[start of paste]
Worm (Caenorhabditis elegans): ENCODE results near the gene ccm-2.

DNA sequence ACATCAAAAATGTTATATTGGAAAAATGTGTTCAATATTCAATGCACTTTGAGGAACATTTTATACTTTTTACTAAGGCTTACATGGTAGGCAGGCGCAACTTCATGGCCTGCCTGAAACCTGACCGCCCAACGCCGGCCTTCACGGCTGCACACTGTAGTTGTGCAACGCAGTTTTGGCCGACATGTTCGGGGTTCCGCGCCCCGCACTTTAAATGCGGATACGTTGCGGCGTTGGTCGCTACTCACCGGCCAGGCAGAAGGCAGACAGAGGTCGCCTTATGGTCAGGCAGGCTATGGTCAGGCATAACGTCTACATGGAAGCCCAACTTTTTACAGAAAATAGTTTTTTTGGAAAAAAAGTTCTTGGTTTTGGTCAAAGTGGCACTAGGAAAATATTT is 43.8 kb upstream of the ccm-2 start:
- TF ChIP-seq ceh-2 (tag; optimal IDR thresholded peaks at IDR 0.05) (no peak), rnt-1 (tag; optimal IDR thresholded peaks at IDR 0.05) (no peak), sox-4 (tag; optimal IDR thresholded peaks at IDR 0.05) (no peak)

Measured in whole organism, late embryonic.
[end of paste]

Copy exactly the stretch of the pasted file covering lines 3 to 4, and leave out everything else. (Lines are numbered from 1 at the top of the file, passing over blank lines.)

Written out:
- TF ChIP-seq ceh-2 (tag; optimal IDR thresholded peaks at IDR 0.05) (no peak), rnt-1 (tag; optimal IDR thresholded peaks at IDR 0.05) (no peak), sox-4 (tag; optimal IDR thresholded peaks at IDR 0.05) (no peak)

Measured in whole organism, late embryonic.